Impact learning lessons from the REF
This post was originally published on the HEFCE blog on 10 November 2015 (archived copy). Interestingly, since then I have added another four lessons to my talks about research impact, so maybe I should update this post at some point.
The case for public investment in research depends on the notion that society broadly benefits from the research and researchers that are funded.
This is why the idea of impact has become so central to research funding and policy in the UK. An obvious manifestation of this policy focus was the inclusion of the impact element in the most recent Research Excellence Framework.
As a new element of the exercise, HEFCE, working with other funders, has commissioned a considerable amount of work to investigate impact in the REF. There has been an evaluation of the impact element itself, carried out by RAND Europe looking at how universities prepared case studies of impact and at the process of panel assessment. In addition, research by the Policy Institute and Digital Humanities departments at King’s College London, and Digital Science, has examined the case studies themselves. The case studies have also been published as a searchable database.
There is a huge amount of information and richness in all this research. But out of this work I distil out six key lessons, about research impact and its assessment.
Lesson 1: Preparing for the impact element of the REF has given strategic insight and other benefits to universities. One of the reasons for a rounded assessment of research excellence that includes broader societal impact is to incentivise university and researchers to increase their focus on delivering benefits from research. The impact evaluation provides evidence that this objective is being met. The inclusion of the impact element in REF, alongside other changes – such as the requirement to consider broader impact in Research Council applications – is leading to a change in culture. For example, one of the interviewees for the evaluation said:
‘I noticed my perception of research changing slightly and my passion to make an impact with my research enhanced; this was due to constant in-depth thinking about what we (and I) do in the unit and why we do it. I can say that I became totally immersed in the topic of impact and became fascinated by the area.’
Lesson 2: The assessment of impact worked well, but there are areas for improvement. A national-scale assessment of broader impact in the REF was a world-first. According to the independent evaluation of the assessment process, it worked well. The majority of panel members felt that they were able to make fair, reliable and robust judgements. A central part of the process was the inclusion of panel members and assessors from outside academia – the so-called users of research. As one panellist commented:
‘It was a stroke of genius to get people [academics and users] together to get that consensus generated.’
This is not to say that there aren’t opportunities to improve further the process. Issues were identified about definitions and the relationship with underpinning research, how evidence was provided and used. Some panels felt that they could have graded impact on a more granular scale. All food for thought for the future.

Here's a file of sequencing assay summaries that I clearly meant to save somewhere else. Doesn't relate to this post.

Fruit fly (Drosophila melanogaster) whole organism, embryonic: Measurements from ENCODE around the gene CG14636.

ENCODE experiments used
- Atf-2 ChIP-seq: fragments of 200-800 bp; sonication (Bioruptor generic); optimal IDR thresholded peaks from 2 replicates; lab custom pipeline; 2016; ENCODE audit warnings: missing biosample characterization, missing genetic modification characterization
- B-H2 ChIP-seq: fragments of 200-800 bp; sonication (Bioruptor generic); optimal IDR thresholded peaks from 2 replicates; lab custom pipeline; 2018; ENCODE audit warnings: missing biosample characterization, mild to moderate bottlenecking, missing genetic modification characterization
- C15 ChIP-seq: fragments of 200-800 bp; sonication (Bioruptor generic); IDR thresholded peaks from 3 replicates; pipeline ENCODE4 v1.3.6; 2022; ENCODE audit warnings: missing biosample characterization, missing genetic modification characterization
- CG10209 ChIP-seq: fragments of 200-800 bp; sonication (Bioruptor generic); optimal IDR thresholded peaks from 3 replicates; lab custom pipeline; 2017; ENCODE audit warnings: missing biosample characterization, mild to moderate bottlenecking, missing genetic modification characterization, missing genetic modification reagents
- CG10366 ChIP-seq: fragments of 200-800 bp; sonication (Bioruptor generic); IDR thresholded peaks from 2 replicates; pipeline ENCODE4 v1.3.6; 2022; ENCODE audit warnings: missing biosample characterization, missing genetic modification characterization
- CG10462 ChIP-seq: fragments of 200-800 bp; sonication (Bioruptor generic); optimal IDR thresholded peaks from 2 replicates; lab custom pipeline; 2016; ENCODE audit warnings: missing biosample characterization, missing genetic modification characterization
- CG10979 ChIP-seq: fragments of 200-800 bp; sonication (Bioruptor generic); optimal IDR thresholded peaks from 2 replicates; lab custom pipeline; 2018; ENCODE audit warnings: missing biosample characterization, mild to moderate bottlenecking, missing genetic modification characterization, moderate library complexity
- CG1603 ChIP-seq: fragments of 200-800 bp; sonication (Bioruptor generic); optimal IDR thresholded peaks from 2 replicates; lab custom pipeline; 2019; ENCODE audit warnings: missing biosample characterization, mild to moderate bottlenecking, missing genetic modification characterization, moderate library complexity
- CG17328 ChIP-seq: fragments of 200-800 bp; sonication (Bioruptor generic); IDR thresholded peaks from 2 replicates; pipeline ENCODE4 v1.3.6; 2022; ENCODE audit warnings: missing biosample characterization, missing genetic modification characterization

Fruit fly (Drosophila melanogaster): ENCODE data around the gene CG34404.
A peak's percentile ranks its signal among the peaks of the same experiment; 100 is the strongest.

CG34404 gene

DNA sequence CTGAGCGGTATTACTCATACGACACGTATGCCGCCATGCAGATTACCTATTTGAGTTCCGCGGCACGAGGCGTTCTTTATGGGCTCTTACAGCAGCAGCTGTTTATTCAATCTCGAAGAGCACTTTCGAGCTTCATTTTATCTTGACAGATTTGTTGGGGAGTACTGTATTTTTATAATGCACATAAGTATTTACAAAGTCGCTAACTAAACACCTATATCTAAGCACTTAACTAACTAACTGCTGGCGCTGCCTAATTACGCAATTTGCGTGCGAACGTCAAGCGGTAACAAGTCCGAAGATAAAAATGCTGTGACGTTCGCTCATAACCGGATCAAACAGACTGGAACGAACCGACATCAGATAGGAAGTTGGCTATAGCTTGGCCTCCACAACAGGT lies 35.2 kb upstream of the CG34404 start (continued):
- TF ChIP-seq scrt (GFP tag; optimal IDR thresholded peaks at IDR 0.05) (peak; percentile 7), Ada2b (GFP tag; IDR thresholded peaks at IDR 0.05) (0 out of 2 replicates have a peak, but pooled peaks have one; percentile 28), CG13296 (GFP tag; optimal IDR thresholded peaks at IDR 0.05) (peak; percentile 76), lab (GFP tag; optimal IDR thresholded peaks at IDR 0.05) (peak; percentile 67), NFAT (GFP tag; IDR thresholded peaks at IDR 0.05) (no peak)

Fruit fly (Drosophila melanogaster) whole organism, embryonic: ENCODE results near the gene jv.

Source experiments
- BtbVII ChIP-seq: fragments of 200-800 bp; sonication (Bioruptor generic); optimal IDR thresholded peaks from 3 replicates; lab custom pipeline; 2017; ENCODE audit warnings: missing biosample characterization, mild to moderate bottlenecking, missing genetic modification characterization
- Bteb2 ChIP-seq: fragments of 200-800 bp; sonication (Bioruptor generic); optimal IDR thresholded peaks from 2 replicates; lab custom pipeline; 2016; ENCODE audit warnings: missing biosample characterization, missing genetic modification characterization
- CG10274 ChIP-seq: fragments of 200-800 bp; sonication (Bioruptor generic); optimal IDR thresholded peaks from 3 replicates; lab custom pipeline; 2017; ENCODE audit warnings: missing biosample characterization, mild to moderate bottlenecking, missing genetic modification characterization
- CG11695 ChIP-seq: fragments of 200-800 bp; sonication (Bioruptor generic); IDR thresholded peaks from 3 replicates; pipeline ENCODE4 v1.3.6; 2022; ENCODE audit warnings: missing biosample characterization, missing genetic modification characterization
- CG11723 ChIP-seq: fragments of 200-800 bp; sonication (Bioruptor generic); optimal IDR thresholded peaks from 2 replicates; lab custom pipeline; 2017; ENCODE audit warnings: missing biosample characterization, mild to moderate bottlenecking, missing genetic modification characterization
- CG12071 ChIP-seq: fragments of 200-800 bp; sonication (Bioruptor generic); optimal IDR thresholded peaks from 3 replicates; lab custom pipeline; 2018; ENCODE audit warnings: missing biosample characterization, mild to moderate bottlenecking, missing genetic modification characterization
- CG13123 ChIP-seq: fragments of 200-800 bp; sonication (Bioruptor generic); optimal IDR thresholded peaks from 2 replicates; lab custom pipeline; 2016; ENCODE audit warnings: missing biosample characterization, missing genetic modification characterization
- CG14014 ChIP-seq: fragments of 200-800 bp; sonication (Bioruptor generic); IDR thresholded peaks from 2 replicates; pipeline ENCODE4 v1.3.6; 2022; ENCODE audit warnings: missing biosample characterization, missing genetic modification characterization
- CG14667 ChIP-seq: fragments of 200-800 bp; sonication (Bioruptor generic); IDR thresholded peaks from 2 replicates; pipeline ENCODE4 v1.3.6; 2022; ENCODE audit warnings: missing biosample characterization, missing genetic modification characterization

Lesson 3: Considerable and diverse forms of impact were submitted for assessment. The analysis of the impact case studies themselves demonstrates the huge range of benefits that research in higher education brings to society. The team at King’s College and Digital Science were able to identify 60 distinct impact topics, or types of impact. It is hard to find a facet of the world – or indeed a country in the world – that doesn’t feature somewhere in the impact case studies. Commercial benefits, health gains, improved public policy, a more sustainable environment, and cultural enrichment: all feature prominently.
Lesson 4: Impact derives from the integration of disciplinary knowledge. Analysis of the case studies also reveals that a diverse array of research disciplines contribute to delivering societal benefit. For the majority of case studies the underpinning research was drawn from at least two distinct disciplines, and in two-thirds of the cases at least two of the disciplines were substantially different from one another. This highlights the importance of research crossing disciplinary boundaries. This research not only enhances knowledge but can also help to solve societal problems, thus delivering impact.
Lesson 5: Researchers who deliver high-quality academic research also deliver high-quality impact. Examination of the REF scores allows a comparison of performance based on academic quality of a researcher’s work and on the societal benefit their work provides. There is some variation, so it is clear that academic quality and impact measure different aspects of research performance. But in general, researchers who produce work of the highest academic quality also deliver on impact. That doesn’t necessarily mean that impact only derives from research of high academic quality, but it does suggest that the two activities go hand-in-hand.
Lesson 6: The systematic collection of impact data has generated an important national asset. The wide-ranging collection of information on research impact gives the UK and its universities an important strategic advantage. We now have the potential to understand research impact at an unprecedented level. We can use that insight to improve national research performance even further.
Importantly, the impact case studies also provide evidence of the value that comes from government investment in research. In the coming months I hope the case studies will be crucial in shaping the government’s decisions about future investment in research.
© 2020 Steven Hill. Unless otherwise stated, this work is licensed under a Creative Commons Attribution 4.0 International License.